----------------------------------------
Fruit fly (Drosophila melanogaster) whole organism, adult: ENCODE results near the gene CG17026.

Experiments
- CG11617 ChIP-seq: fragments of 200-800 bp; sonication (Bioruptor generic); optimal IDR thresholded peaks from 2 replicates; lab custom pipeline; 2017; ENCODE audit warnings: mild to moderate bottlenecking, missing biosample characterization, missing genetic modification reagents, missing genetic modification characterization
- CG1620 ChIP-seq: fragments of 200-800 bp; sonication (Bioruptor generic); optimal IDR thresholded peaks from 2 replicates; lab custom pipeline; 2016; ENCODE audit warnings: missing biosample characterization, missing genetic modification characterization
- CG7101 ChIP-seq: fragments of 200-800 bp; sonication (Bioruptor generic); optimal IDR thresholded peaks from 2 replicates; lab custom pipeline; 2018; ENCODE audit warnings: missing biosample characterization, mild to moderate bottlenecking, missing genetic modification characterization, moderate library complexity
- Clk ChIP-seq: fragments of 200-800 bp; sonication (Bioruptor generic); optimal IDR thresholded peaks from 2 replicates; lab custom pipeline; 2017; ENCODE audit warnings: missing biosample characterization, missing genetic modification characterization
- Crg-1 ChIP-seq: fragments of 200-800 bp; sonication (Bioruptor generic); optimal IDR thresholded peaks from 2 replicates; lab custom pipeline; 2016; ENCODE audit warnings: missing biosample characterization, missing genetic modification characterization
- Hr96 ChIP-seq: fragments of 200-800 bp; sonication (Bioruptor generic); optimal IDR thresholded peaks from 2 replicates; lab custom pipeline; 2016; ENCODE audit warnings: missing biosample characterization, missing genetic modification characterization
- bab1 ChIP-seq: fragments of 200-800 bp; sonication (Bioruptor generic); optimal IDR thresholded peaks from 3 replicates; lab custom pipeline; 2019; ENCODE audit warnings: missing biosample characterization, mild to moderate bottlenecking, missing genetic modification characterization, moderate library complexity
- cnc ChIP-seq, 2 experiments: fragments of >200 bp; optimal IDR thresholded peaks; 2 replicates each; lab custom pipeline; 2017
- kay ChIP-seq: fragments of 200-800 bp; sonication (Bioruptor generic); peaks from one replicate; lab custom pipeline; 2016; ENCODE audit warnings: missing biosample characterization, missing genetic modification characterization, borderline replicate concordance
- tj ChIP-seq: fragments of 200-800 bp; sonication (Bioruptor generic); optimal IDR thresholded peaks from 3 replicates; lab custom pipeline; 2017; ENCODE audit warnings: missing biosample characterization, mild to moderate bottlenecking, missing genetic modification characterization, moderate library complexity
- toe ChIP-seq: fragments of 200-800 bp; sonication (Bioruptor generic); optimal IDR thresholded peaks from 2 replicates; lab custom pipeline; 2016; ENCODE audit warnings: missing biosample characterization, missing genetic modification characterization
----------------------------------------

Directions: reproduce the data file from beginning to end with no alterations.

Fruit fly (Drosophila melanogaster) whole organism, adult: ENCODE results near the gene CG17026.

Experiments
- CG11617 ChIP-seq: fragments of 200-800 bp; sonication (Bioruptor generic); optimal IDR thresholded peaks from 2 replicates; lab custom pipeline; 2017; ENCODE audit warnings: mild to moderate bottlenecking, missing biosample characterization, missing genetic modification reagents, missing genetic modification characterization
- CG1620 ChIP-seq: fragments of 200-800 bp; sonication (Bioruptor generic); optimal IDR thresholded peaks from 2 replicates; lab custom pipeline; 2016; ENCODE audit warnings: missing biosample characterization, missing genetic modification characterization
- CG7101 ChIP-seq: fragments of 200-800 bp; sonication (Bioruptor generic); optimal IDR thresholded peaks from 2 replicates; lab custom pipeline; 2018; ENCODE audit warnings: missing biosample characterization, mild to moderate bottlenecking, missing genetic modification characterization, moderate library complexity
- Clk ChIP-seq: fragments of 200-800 bp; sonication (Bioruptor generic); optimal IDR thresholded peaks from 2 replicates; lab custom pipeline; 2017; ENCODE audit warnings: missing biosample characterization, missing genetic modification characterization
- Crg-1 ChIP-seq: fragments of 200-800 bp; sonication (Bioruptor generic); optimal IDR thresholded peaks from 2 replicates; lab custom pipeline; 2016; ENCODE audit warnings: missing biosample characterization, missing genetic modification characterization
- Hr96 ChIP-seq: fragments of 200-800 bp; sonication (Bioruptor generic); optimal IDR thresholded peaks from 2 replicates; lab custom pipeline; 2016; ENCODE audit warnings: missing biosample characterization, missing genetic modification characterization
- bab1 ChIP-seq: fragments of 200-800 bp; sonication (Bioruptor generic); optimal IDR thresholded peaks from 3 replicates; lab custom pipeline; 2019; ENCODE audit warnings: missing biosample characterization, mild to moderate bottlenecking, missing genetic modification characterization, moderate library complexity
- cnc ChIP-seq, 2 experiments: fragments of >200 bp; optimal IDR thresholded peaks; 2 replicates each; lab custom pipeline; 2017
- kay ChIP-seq: fragments of 200-800 bp; sonication (Bioruptor generic); peaks from one replicate; lab custom pipeline; 2016; ENCODE audit warnings: missing biosample characterization, missing genetic modification characterization, borderline replicate concordance
- tj ChIP-seq: fragments of 200-800 bp; sonication (Bioruptor generic); optimal IDR thresholded peaks from 3 replicates; lab custom pipeline; 2017; ENCODE audit warnings: missing biosample characterization, mild to moderate bottlenecking, missing genetic modification characterization, moderate library complexity
- toe ChIP-seq: fragments of 200-800 bp; sonication (Bioruptor generic); optimal IDR thresholded peaks from 2 replicates; lab custom pipeline; 2016; ENCODE audit warnings: missing biosample characterization, missing genetic modification characterization